Myth #1: Vegetarians don’t get enough nutrients, especially protein
In honor of the 40th anniversary of Earth Day, I thought I would write about my favorite thing, veggies! As a fellow vegetarian, it drives me crazy when people assume that a life without meat is unhealthy. Well, if I were to live on nothing but potato chips and cookies, that would be true (albeit delicious), but as a die hard foodie, I find eating for health and flavor is actually achievable.
Fact: “The average woman needs 46 grams of protein a day, and a one-cup serving of chickpeas gets you about a third of the way there. Problems creep up when you let simple carbs (white bread), sugars, and trans fats crowd out healthier choices. “Focus on eating whole grains, legumes, nuts, fruits, and vegetables and you’ll get everything you need—including protein,” says Reed Mangels, Ph.D., R.D., nutrition advisor for The Vegetarian Resource Group. In fact, vegetarian diets tend to have higher levels of fiber, magnesium, potassium, vitamins C and E, folate, carotenoids, flavonoids, and other phytochemicals”.
That was taken right from the article; because I couldn’t have said it better myself. Above is a Vegetarian Pyramid, that shows how we get all of our nutrients. Sure, meat is full of protein, but there are tons and tons of other foods that can give you that protein. Vegetables that have the best nutrients for you include:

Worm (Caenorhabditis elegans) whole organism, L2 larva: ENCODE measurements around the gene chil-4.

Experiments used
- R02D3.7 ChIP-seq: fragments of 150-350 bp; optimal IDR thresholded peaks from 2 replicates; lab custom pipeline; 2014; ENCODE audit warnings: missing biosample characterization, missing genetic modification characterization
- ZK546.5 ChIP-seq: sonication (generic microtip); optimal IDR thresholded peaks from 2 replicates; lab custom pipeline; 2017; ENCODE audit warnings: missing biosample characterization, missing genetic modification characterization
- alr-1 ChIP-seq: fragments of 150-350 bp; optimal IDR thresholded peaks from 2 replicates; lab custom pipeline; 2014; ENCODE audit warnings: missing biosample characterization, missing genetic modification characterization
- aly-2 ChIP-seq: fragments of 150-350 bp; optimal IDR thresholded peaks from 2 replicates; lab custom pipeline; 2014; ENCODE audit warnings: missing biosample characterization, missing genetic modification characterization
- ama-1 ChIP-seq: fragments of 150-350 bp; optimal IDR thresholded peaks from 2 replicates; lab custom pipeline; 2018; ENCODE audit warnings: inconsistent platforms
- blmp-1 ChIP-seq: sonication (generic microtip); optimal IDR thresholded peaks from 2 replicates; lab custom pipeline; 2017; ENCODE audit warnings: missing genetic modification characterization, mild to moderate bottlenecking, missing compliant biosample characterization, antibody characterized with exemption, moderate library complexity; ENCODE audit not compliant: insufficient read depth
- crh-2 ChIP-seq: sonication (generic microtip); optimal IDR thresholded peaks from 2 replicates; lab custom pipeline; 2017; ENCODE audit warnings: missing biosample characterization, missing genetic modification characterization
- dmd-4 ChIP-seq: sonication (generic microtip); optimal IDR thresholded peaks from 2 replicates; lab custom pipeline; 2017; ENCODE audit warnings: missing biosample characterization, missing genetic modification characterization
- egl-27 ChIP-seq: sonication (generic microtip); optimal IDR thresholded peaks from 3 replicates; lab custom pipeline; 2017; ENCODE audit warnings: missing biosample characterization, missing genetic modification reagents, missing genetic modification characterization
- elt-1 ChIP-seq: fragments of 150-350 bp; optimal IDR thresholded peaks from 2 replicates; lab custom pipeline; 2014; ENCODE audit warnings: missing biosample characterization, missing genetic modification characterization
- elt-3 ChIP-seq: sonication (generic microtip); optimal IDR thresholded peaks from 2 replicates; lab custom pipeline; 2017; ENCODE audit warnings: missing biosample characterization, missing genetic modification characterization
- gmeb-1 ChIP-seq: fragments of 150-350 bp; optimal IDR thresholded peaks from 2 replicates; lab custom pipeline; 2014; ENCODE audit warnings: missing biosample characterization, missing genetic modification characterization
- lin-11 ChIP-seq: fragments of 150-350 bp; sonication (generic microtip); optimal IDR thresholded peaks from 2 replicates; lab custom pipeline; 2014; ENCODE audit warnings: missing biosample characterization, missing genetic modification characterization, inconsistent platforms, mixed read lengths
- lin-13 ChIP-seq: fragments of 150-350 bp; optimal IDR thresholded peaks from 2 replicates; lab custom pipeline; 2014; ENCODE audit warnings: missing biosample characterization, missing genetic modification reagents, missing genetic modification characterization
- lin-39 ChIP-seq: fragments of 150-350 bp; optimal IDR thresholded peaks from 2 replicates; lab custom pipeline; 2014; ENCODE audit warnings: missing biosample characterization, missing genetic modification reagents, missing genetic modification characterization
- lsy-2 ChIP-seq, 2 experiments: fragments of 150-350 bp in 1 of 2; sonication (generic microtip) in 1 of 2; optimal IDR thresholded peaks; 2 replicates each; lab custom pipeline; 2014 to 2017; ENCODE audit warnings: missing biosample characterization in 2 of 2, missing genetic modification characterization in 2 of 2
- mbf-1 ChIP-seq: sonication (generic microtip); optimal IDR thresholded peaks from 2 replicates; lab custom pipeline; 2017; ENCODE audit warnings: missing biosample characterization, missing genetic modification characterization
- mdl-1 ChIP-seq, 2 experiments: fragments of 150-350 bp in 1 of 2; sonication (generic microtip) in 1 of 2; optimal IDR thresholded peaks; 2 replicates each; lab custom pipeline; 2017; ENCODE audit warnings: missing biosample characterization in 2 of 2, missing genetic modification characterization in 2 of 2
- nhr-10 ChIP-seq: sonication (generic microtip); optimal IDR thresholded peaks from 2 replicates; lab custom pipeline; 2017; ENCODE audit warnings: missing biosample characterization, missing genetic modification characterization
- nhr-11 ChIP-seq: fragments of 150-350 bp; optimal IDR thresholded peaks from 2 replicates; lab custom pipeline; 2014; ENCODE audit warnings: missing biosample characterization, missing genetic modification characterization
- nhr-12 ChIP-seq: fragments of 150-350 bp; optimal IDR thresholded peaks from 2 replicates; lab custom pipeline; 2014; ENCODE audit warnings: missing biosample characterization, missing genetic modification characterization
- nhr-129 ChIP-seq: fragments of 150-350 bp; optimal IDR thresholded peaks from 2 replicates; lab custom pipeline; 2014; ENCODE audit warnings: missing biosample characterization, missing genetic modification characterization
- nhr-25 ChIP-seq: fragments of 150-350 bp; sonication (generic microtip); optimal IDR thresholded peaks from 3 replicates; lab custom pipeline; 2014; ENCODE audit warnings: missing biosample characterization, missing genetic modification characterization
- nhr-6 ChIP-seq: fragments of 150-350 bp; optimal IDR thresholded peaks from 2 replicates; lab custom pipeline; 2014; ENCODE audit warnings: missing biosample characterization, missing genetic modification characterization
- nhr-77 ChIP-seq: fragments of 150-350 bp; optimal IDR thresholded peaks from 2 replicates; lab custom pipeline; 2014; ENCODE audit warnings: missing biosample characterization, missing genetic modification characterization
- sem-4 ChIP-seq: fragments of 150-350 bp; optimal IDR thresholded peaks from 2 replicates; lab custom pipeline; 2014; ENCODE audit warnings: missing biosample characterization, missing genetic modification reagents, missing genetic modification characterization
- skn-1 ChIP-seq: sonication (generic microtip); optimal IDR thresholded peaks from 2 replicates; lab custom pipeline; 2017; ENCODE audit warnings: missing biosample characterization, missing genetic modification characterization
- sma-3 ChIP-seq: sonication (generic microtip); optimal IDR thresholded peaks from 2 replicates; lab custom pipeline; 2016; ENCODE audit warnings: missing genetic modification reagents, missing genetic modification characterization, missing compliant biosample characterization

Bell Peppers- Carotenoids, Fiber, B6, Vitamin A, Vitamin C
Broccoli- Carotenoids, Cruciferous, Fiber, Folate, Vitamin A, Vitamin C, Vitamin K
Eggplant- Fiber, Potassium, Manganese
Garlic- Allicin, Manganese, B6, Vitamin C
Mushrooms- Selenium, B2, B3, B5, Tryptophan
Onions- Sulfur Compounds, Flavonoids, Chromium, Fiber
Spinach- Carotenoids, Vitamin A, Vitamin C, Vitamin E, Vitamin K, Minerals, Folate, Iron, B2, B6, B1
Tomatoes- Carotenoids, Vitamin A, Vitamin C, Vitamin K, Molybdenum, Potassium
VEGETARIANS at Pizza Sola should try my creation: White pizza with eggplant, spinach, feta and tomatoes. Bellissimo!